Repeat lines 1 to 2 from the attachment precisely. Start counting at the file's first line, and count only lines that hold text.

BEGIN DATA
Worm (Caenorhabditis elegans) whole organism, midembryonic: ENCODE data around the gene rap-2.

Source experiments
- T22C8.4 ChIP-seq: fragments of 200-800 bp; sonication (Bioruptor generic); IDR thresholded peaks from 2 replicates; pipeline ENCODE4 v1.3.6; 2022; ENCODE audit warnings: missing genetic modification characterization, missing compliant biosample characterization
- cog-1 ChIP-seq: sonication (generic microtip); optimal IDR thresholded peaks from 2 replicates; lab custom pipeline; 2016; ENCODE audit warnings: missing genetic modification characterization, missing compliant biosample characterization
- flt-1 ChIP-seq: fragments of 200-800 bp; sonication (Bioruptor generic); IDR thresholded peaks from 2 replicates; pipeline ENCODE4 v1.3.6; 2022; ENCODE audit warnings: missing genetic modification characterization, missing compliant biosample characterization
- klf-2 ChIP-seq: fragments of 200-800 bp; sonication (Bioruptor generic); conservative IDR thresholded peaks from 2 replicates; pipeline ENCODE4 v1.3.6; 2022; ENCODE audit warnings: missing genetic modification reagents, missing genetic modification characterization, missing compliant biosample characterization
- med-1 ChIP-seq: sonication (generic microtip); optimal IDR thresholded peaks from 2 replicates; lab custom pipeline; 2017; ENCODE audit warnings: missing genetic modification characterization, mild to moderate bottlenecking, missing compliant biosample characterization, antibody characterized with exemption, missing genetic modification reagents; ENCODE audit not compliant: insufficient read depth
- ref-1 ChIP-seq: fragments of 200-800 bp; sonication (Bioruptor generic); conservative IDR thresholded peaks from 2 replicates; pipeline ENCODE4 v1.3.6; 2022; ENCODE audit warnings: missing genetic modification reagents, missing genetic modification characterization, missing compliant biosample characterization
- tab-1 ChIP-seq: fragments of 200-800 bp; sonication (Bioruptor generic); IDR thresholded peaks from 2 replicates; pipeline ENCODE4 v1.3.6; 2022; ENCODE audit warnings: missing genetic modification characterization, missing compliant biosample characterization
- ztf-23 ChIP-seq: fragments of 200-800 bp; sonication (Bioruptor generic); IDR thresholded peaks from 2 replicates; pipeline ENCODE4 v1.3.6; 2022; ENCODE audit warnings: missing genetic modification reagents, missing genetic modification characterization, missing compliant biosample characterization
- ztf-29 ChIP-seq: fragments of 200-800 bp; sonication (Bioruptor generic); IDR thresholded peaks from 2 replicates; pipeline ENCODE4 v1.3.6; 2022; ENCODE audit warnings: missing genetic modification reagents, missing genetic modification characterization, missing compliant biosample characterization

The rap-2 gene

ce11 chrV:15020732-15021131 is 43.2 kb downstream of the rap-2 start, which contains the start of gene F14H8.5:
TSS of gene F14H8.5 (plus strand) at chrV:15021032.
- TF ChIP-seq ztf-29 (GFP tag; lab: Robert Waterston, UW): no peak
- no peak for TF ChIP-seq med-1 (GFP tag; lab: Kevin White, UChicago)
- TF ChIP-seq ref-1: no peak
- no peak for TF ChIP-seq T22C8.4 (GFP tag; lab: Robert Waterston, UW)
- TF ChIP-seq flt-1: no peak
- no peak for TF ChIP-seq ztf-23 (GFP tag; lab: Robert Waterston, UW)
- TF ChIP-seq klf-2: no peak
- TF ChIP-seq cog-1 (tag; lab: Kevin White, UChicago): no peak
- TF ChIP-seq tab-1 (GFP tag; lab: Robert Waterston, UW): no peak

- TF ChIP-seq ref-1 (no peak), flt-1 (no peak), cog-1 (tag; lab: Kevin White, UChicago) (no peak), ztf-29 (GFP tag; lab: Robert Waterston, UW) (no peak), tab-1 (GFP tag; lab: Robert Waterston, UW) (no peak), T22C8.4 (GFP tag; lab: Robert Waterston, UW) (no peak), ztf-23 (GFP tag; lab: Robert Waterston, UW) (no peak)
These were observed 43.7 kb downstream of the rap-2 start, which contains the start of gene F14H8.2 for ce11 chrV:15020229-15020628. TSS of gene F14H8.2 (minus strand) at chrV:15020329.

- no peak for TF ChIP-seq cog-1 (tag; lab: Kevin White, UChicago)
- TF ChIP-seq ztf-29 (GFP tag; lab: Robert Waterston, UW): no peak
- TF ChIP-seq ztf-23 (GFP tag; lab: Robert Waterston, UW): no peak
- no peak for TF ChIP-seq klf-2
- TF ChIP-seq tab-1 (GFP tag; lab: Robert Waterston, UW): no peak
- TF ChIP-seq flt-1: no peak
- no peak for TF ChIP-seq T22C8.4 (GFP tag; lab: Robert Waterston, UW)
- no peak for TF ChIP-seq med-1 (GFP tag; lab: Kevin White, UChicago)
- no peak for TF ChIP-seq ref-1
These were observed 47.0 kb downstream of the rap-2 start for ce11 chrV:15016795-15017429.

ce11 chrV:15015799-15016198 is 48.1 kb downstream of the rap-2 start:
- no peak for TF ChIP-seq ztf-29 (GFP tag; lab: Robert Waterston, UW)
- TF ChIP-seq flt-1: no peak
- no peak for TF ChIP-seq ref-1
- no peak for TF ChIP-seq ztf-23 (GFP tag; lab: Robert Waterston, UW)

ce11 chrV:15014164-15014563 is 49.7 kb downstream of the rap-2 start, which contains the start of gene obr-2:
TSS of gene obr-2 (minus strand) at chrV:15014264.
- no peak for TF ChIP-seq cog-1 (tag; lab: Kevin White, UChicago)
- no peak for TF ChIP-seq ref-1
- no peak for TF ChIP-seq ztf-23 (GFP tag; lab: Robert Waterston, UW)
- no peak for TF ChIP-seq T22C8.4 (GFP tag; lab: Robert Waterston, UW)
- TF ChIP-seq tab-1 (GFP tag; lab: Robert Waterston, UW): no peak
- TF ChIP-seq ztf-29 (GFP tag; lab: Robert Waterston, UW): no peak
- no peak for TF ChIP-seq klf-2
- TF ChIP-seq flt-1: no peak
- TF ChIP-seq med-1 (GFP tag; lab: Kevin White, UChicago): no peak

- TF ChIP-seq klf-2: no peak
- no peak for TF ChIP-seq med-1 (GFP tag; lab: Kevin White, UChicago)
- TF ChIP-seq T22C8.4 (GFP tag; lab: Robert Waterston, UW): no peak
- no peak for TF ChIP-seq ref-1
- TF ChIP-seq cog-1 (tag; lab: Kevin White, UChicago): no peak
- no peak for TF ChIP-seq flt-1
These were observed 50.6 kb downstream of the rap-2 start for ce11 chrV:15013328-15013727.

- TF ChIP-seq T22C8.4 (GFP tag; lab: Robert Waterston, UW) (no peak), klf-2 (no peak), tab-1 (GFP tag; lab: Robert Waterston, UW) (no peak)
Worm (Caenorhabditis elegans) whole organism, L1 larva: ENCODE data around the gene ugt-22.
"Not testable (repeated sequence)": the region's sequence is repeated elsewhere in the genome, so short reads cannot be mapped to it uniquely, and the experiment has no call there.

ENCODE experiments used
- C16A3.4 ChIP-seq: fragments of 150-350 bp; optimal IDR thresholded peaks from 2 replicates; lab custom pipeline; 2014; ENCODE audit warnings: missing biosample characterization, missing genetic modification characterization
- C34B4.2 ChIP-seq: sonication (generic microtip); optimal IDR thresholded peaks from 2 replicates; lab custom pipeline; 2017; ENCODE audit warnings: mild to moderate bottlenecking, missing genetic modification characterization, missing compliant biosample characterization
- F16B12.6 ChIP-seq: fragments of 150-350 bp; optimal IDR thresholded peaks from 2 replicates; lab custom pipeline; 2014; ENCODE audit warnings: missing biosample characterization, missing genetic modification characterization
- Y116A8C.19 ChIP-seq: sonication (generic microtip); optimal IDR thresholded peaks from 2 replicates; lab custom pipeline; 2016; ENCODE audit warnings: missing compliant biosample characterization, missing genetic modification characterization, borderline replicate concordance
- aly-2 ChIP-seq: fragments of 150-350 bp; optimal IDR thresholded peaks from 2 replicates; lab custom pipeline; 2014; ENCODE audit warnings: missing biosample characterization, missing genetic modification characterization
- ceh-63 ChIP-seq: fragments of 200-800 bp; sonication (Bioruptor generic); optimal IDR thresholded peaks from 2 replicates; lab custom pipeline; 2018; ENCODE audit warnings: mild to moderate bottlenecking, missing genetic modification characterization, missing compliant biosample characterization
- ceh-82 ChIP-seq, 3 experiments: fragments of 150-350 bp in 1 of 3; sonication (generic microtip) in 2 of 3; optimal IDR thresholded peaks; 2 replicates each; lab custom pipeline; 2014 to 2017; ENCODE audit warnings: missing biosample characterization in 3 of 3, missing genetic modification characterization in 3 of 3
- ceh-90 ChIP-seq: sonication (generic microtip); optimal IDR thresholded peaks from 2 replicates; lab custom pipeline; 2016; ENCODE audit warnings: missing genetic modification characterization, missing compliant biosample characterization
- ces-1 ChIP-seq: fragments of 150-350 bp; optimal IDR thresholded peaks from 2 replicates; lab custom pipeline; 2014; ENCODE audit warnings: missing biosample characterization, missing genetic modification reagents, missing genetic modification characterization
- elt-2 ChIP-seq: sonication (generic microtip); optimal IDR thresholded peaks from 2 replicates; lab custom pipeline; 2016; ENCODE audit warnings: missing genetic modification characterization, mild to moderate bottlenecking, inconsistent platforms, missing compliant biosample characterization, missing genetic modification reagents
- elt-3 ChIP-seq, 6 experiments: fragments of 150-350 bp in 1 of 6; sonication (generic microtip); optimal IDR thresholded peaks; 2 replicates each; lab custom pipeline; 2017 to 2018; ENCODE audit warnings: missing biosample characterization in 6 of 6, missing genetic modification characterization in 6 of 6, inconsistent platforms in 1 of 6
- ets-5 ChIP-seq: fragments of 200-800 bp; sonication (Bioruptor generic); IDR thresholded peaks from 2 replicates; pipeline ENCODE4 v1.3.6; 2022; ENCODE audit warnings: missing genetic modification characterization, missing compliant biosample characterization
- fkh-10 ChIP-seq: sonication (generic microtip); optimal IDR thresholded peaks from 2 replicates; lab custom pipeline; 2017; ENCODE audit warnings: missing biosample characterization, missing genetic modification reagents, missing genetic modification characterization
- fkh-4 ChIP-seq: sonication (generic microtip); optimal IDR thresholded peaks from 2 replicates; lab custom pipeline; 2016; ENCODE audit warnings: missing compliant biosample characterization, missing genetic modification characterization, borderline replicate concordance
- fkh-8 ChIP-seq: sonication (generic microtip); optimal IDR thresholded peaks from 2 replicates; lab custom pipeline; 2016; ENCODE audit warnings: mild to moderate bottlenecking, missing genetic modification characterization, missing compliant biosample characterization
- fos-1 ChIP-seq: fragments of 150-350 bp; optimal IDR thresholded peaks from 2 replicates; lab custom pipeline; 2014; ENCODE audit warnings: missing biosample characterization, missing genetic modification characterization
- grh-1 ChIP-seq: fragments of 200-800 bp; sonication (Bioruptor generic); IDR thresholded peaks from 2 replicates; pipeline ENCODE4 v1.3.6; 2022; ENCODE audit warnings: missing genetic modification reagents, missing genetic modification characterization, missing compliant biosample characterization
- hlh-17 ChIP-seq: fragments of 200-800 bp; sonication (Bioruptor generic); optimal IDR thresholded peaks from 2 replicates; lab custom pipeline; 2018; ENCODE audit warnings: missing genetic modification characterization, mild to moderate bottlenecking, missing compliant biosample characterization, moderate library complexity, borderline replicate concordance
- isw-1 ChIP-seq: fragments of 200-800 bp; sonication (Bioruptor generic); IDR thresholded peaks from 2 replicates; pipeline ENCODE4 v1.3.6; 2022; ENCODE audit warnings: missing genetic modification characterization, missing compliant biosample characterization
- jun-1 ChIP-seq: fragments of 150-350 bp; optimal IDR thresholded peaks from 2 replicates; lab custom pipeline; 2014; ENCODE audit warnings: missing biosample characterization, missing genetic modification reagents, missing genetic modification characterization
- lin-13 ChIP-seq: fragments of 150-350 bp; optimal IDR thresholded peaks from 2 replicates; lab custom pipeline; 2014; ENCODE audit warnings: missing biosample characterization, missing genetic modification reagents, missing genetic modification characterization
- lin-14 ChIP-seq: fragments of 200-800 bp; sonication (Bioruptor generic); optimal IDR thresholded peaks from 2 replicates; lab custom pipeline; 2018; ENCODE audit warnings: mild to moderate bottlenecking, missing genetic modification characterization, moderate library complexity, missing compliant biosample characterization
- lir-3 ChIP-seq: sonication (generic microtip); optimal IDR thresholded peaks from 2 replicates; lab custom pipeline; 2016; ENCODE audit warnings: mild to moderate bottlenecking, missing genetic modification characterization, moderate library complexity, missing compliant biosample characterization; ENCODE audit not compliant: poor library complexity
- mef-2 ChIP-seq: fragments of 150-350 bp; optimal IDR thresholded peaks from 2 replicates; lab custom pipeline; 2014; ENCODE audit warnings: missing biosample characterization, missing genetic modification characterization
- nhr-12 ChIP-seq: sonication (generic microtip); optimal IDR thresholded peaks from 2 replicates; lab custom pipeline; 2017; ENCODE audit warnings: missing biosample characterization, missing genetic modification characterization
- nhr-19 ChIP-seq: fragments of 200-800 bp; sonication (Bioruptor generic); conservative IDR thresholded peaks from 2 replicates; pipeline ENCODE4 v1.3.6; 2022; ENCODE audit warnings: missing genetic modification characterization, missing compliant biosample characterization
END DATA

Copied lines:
Worm (Caenorhabditis elegans) whole organism, midembryonic: ENCODE data around the gene rap-2.

Source experiments